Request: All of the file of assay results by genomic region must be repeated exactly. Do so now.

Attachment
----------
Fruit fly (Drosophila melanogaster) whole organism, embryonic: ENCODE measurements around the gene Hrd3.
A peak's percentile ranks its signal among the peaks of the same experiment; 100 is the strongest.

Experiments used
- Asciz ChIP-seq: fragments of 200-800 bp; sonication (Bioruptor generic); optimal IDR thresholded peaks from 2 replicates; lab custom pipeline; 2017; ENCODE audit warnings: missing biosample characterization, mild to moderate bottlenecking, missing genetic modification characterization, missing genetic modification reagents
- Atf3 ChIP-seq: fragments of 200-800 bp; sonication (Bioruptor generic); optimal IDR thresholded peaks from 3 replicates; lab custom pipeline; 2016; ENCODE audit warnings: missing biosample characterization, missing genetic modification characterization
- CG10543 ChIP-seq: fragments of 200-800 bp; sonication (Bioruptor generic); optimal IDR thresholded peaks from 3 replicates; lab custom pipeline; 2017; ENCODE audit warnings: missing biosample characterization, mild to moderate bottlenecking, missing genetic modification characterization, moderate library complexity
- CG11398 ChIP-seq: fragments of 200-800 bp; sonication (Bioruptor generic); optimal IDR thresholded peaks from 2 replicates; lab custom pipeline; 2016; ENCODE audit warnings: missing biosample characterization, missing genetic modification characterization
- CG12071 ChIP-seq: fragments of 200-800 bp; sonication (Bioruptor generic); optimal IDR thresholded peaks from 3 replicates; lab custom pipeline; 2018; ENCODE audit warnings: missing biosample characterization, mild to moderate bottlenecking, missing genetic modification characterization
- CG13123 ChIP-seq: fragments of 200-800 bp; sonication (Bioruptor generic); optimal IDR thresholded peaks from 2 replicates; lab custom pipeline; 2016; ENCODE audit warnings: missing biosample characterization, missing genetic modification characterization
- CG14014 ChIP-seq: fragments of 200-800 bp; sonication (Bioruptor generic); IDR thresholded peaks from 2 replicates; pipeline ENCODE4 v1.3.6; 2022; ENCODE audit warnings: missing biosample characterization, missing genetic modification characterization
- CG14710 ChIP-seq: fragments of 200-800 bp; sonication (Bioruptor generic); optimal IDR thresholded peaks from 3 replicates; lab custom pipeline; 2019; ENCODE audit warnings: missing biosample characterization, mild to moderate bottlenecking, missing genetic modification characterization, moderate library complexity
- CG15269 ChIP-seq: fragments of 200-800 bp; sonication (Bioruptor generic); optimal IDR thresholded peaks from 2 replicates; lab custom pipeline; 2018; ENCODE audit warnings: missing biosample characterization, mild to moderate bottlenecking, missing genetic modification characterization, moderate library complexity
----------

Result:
Fruit fly (Drosophila melanogaster) whole organism, embryonic: ENCODE measurements around the gene Hrd3.
A peak's percentile ranks its signal among the peaks of the same experiment; 100 is the strongest.

Experiments used
- Asciz ChIP-seq: fragments of 200-800 bp; sonication (Bioruptor generic); optimal IDR thresholded peaks from 2 replicates; lab custom pipeline; 2017; ENCODE audit warnings: missing biosample characterization, mild to moderate bottlenecking, missing genetic modification characterization, missing genetic modification reagents
- Atf3 ChIP-seq: fragments of 200-800 bp; sonication (Bioruptor generic); optimal IDR thresholded peaks from 3 replicates; lab custom pipeline; 2016; ENCODE audit warnings: missing biosample characterization, missing genetic modification characterization
- CG10543 ChIP-seq: fragments of 200-800 bp; sonication (Bioruptor generic); optimal IDR thresholded peaks from 3 replicates; lab custom pipeline; 2017; ENCODE audit warnings: missing biosample characterization, mild to moderate bottlenecking, missing genetic modification characterization, moderate library complexity
- CG11398 ChIP-seq: fragments of 200-800 bp; sonication (Bioruptor generic); optimal IDR thresholded peaks from 2 replicates; lab custom pipeline; 2016; ENCODE audit warnings: missing biosample characterization, missing genetic modification characterization
- CG12071 ChIP-seq: fragments of 200-800 bp; sonication (Bioruptor generic); optimal IDR thresholded peaks from 3 replicates; lab custom pipeline; 2018; ENCODE audit warnings: missing biosample characterization, mild to moderate bottlenecking, missing genetic modification characterization
- CG13123 ChIP-seq: fragments of 200-800 bp; sonication (Bioruptor generic); optimal IDR thresholded peaks from 2 replicates; lab custom pipeline; 2016; ENCODE audit warnings: missing biosample characterization, missing genetic modification characterization
- CG14014 ChIP-seq: fragments of 200-800 bp; sonication (Bioruptor generic); IDR thresholded peaks from 2 replicates; pipeline ENCODE4 v1.3.6; 2022; ENCODE audit warnings: missing biosample characterization, missing genetic modification characterization
- CG14710 ChIP-seq: fragments of 200-800 bp; sonication (Bioruptor generic); optimal IDR thresholded peaks from 3 replicates; lab custom pipeline; 2019; ENCODE audit warnings: missing biosample characterization, mild to moderate bottlenecking, missing genetic modification characterization, moderate library complexity
- CG15269 ChIP-seq: fragments of 200-800 bp; sonication (Bioruptor generic); optimal IDR thresholded peaks from 2 replicates; lab custom pipeline; 2018; ENCODE audit warnings: missing biosample characterization, mild to moderate bottlenecking, missing genetic modification characterization, moderate library complexity